Douglas Wood, a 63-year-old Australian engineer who lives in California, was abducted early this month by a group calling itself the Shura Council of the Mujahedeen of Iraq.

Australia's mufti, Sheik Taj El Din al-Hilaly, flew to Iraq to negotiate his release and last week reported having a telephone conversation with an Australian he believed to be Wood who said he was well.

The cleric, an Egyptian-born Sunni, has offered to swap places with Wood, who suffers from a serious heart condition, in a statement expected to be broadcast soon on Middle Eastern television, spokesman Keysar Trad said on Thursday in Canberra.

Government cool

A spokesman for Wood's family told Reuters they were aware of al-Hilali's offer and appreciative of his efforts to free Wood.

 

"But we don't want to see Australians held hostage full stop and we would like to see the unconditional release of Douglas Wood"

Alexander Downer,
Australian foreign minister

But Australia's government reacted coolly on Thursday to the offer.

 

The government, which has refused to negotiate with the hostage-takers, responded to Hilali's initiative by saying its position was that Wood should be released unconditionally.

 

"In a broad sense we appreciate that Sheikh Al Hilali is making an effort to assist with the release of Douglas Wood and we appreciate all efforts that are being made," Foreign Minister Alexander Downer said.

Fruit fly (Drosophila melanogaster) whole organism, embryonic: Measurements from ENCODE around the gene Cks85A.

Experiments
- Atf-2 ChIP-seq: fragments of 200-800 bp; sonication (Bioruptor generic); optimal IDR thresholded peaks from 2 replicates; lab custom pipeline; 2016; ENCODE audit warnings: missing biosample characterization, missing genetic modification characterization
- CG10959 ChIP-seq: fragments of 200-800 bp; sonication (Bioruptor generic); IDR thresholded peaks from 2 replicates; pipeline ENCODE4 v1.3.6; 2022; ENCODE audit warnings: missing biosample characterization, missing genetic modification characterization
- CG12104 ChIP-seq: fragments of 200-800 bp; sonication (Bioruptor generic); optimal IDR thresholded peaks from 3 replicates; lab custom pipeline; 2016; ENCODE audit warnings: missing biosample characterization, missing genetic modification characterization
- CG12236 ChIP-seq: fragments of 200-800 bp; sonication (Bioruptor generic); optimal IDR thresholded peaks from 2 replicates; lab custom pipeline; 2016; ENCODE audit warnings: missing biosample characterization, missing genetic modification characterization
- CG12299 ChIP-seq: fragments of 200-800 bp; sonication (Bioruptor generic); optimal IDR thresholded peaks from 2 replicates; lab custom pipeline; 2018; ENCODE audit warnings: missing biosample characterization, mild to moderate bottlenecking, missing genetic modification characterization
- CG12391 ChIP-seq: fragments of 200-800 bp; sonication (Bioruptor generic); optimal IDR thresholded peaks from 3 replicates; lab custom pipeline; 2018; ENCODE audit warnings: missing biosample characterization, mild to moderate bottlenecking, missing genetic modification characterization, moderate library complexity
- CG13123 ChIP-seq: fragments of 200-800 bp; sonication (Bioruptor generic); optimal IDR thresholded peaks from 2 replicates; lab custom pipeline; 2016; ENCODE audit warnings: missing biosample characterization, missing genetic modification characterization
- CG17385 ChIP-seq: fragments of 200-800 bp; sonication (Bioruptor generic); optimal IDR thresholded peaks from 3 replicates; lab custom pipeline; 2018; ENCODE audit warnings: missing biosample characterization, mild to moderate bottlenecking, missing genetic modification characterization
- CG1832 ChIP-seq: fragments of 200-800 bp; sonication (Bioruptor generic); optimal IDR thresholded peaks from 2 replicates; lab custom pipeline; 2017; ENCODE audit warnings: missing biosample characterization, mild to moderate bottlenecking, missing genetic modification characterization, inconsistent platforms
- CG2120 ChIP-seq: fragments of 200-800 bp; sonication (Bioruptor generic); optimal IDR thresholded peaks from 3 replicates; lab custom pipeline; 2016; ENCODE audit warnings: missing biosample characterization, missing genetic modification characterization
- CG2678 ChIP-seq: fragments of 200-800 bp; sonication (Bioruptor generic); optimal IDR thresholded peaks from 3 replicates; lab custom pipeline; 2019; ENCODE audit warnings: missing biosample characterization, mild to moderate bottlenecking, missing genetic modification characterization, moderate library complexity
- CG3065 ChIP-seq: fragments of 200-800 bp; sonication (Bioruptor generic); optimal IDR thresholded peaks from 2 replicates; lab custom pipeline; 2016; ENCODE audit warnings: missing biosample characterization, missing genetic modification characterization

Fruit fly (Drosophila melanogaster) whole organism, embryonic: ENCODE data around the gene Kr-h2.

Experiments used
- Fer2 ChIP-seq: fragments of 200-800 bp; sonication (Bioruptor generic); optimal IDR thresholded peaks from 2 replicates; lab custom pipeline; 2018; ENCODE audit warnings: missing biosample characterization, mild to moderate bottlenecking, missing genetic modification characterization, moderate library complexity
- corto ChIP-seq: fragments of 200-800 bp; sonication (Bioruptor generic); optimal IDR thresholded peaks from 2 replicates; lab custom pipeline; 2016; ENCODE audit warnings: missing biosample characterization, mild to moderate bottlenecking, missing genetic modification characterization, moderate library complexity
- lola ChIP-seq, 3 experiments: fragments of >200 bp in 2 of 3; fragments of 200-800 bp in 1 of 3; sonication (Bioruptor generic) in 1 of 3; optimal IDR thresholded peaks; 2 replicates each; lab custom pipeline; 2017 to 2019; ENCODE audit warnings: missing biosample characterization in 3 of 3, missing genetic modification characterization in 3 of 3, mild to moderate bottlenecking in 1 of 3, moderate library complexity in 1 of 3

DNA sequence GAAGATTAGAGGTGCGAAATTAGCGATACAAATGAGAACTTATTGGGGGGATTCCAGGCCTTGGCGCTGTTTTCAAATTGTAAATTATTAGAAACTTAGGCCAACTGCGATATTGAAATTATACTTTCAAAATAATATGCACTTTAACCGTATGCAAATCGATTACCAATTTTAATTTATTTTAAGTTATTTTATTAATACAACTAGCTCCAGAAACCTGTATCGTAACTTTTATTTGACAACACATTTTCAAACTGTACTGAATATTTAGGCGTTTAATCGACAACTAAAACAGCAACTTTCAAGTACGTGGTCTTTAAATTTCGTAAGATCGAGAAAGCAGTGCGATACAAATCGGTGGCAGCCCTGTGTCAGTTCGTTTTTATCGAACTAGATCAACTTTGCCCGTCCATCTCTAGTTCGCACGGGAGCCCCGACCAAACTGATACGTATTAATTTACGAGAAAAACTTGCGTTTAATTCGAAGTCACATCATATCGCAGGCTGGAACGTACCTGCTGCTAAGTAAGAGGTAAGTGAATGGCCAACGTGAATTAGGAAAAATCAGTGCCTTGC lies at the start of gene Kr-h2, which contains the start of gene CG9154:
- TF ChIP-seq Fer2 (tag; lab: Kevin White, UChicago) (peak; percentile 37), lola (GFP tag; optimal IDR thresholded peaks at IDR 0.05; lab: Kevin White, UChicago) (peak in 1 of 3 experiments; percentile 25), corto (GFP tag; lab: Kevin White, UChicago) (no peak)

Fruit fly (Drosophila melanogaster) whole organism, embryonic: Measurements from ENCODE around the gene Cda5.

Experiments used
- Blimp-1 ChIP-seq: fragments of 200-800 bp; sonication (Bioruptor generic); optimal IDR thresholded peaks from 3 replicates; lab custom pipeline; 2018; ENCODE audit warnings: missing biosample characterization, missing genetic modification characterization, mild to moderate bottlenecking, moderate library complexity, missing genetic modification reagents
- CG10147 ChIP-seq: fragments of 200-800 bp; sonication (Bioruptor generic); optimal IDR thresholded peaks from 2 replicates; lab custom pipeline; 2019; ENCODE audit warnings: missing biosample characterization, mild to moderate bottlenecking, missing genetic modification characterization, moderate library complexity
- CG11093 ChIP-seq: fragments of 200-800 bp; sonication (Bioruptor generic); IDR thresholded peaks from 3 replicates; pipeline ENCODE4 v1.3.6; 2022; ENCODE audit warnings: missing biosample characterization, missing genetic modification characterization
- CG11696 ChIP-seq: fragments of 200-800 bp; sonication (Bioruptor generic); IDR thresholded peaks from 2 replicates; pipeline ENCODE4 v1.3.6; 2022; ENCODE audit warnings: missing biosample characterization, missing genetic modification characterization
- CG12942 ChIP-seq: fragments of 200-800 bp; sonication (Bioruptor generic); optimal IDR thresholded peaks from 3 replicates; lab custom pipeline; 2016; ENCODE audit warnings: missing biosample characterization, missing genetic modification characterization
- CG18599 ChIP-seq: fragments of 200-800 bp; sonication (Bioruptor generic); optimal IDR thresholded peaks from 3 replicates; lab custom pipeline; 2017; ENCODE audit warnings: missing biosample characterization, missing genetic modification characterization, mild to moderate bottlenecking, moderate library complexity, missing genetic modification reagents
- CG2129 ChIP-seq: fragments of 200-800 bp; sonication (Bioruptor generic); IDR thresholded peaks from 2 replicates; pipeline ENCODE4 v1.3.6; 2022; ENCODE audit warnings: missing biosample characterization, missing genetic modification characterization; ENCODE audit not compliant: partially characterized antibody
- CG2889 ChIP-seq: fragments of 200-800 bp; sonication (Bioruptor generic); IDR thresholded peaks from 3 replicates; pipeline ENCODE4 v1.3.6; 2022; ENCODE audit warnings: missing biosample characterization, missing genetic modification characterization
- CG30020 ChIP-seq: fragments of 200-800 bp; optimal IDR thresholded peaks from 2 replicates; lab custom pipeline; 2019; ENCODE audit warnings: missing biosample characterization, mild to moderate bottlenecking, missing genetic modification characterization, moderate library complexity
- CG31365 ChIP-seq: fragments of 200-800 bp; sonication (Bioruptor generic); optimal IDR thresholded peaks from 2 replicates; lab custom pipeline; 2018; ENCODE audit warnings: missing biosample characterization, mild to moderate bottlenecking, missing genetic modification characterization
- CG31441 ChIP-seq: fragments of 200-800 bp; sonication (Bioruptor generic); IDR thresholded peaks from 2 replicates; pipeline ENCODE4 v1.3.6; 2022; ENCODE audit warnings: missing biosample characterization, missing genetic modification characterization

"But we don't want to see Australians held hostage, full stop, and we would like to see the unconditional release of Douglas Wood," he said.

Attractive offer

"For the mufti of Australia to make that offer - it's certainly a very attractive offer to any group, to hold a very prominent person and let their captive free so he can seek medical treatment," Trad told Nine Network television.

Al-Hilali has visited Iraq in a bid
to have Douglas Wood released

"They promised to set him free before without these conditions but the mufti is now trying to force their hand and trying to get them to make a move and release Mr Wood," he said.

Wood's captors have released two DVDs showing their hostage with rifles pointed at his head as he begs the Australian government to pull its troops out of Iraq.

The government refuses to bend to their demands.

The cleric also asked his captors to show proof that Wood is still alive by producing a new videotape.

"I announce my sincere readiness to hand myself over to the captors to be a hostage in exchange for the sick Australian citizen, till the conditions of the brotherly captors are met in the way they want," al-Hilaly said in his statement.
 
Ikebal Patel, treasurer of the Muslim group Australian Federation of Islamic Councils, said al-Hilaly was negotiating with Aljazeera to broadcast his offer.

Good work

The cleric was not concerned for his safety in becoming a hostage, Patel said.

"He is very respected in the Middle East and around Iraq as well," Patel told Seven. "He has done a lot of good work in the last two weeks in Iraq and we feel that that will carry him through."

Wood needs daily medication for his heart disease, high blood pressure, high cholesterol and rheumatoid arthritis.

Australia sent 2000 troops to back US and British forces in the Iraq invasion and almost 1400 Australian troops remain in the Middle East.